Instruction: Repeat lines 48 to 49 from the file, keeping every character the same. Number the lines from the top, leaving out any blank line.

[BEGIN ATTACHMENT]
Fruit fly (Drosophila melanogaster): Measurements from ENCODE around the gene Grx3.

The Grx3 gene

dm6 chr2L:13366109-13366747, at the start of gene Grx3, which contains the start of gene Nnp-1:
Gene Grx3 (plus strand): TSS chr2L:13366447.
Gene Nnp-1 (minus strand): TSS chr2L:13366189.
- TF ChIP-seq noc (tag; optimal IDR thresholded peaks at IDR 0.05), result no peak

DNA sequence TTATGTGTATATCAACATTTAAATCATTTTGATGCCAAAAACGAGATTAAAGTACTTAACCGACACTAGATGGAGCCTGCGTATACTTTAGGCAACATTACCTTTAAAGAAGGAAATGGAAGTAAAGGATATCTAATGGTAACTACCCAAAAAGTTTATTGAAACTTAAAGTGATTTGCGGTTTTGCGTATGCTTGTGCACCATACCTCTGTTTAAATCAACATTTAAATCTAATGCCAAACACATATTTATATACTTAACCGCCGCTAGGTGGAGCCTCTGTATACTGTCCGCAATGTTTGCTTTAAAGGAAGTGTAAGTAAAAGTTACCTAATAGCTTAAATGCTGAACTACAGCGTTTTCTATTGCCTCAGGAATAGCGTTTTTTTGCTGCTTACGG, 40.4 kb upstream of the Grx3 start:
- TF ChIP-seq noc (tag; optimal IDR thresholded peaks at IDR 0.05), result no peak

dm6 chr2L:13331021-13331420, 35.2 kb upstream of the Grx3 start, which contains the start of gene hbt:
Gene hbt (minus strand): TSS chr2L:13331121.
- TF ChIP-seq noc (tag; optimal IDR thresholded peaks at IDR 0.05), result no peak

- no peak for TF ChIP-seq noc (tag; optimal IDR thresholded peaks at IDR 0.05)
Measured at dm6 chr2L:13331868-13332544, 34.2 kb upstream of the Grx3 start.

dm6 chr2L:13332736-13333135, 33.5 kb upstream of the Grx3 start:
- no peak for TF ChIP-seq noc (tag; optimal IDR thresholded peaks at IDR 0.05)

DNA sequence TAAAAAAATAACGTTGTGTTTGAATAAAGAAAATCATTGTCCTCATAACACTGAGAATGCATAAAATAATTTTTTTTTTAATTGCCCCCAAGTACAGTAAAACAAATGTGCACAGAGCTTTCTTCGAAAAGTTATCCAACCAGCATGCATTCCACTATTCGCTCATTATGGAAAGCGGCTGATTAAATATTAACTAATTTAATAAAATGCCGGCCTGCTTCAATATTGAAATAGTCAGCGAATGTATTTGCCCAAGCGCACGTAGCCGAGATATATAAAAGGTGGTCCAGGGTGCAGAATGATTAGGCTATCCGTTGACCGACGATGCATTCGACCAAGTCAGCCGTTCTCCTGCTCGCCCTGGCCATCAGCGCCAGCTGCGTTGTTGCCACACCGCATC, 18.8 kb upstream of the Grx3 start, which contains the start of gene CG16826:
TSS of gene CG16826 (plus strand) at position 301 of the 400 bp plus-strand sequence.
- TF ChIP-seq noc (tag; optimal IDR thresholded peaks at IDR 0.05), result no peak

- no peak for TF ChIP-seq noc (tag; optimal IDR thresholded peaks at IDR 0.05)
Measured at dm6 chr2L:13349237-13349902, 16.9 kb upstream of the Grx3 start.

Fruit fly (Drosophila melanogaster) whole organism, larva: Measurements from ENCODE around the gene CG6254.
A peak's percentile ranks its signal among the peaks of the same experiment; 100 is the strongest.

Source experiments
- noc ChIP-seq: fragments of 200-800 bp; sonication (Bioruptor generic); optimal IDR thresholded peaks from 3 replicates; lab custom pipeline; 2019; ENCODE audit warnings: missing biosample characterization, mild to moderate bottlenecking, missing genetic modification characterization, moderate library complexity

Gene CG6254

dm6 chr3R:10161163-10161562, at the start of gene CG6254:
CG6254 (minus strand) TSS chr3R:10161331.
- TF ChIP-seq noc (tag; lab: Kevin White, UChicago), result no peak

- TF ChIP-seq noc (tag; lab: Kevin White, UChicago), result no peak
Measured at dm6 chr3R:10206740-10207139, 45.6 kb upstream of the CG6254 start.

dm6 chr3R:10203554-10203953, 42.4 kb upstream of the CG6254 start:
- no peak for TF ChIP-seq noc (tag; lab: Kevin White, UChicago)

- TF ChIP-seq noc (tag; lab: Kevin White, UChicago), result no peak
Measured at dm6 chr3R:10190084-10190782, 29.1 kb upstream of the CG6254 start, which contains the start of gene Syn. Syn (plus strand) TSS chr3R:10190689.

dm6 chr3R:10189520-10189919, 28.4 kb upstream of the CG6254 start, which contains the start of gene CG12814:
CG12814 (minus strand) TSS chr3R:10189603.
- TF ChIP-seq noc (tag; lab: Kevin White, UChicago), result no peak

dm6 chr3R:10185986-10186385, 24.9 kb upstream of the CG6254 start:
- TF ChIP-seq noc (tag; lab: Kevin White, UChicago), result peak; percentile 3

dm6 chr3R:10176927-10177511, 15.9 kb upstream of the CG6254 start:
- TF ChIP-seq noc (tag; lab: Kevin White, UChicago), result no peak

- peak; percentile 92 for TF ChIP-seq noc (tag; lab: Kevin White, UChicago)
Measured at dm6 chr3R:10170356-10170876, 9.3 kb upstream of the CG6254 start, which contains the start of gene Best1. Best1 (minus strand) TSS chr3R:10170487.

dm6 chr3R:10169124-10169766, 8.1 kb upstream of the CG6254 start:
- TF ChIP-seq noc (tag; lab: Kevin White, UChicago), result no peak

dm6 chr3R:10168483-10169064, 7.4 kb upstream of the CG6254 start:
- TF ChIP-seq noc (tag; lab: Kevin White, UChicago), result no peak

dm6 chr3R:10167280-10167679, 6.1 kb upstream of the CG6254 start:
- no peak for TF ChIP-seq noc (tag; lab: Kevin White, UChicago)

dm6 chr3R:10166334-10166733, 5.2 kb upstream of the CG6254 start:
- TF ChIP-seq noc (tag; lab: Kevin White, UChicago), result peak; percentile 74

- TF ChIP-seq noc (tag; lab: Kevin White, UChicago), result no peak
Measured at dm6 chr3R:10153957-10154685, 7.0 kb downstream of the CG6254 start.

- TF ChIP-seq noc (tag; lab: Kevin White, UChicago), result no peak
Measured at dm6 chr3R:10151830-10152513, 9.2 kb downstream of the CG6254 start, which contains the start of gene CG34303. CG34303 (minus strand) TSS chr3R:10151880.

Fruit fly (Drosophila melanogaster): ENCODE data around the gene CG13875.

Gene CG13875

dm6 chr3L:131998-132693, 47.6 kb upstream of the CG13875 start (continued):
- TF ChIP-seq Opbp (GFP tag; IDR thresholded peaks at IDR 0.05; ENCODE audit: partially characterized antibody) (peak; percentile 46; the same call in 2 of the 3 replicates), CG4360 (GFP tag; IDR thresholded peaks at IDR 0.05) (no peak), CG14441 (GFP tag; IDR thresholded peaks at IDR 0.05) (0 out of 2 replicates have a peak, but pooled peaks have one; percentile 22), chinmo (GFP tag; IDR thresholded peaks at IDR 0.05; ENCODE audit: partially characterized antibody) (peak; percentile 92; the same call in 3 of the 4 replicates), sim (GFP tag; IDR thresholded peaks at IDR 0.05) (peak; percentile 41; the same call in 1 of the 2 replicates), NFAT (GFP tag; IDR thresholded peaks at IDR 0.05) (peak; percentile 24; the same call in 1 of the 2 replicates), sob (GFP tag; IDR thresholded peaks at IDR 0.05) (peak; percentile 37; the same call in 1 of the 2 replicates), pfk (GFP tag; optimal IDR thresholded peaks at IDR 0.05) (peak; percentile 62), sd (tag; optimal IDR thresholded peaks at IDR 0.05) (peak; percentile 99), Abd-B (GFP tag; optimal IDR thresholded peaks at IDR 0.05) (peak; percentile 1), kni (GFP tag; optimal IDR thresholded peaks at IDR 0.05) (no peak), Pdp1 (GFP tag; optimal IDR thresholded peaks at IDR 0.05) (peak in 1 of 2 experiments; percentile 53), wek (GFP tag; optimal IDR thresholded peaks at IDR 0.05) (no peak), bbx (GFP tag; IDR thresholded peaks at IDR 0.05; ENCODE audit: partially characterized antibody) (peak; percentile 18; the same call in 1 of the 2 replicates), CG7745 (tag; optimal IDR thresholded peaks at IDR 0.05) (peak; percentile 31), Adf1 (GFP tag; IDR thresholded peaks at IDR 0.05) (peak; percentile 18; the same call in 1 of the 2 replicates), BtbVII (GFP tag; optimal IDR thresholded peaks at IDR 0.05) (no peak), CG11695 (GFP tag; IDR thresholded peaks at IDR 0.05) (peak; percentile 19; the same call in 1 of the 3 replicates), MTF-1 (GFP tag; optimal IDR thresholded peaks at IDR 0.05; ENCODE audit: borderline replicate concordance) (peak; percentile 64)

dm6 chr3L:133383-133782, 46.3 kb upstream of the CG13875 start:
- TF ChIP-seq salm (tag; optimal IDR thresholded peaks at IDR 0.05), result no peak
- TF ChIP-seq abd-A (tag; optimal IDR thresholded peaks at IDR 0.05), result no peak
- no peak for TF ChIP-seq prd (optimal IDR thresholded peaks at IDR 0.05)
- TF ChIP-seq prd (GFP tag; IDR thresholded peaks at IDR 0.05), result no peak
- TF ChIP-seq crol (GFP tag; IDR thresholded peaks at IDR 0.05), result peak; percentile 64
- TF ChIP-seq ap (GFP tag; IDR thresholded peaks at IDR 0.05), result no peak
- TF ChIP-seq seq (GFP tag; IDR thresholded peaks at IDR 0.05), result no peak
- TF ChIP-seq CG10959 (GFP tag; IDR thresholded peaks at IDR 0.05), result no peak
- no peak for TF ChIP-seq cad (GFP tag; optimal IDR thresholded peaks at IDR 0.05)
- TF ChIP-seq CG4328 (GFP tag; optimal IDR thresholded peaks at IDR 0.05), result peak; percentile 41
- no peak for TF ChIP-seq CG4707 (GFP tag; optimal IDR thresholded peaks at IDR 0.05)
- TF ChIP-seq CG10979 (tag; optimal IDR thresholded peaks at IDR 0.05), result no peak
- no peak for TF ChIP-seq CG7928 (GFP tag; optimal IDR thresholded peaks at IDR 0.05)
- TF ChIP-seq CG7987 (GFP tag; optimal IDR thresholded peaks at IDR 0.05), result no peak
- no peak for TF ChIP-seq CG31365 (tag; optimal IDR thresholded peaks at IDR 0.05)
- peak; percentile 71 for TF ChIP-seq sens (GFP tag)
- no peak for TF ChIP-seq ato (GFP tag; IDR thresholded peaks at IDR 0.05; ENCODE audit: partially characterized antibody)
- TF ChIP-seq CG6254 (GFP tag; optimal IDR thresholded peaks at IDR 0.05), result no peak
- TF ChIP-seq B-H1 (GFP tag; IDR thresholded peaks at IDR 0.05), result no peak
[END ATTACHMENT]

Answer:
dm6 chr3R:10167280-10167679, 6.1 kb upstream of the CG6254 start:
- no peak for TF ChIP-seq noc (tag; lab: Kevin White, UChicago)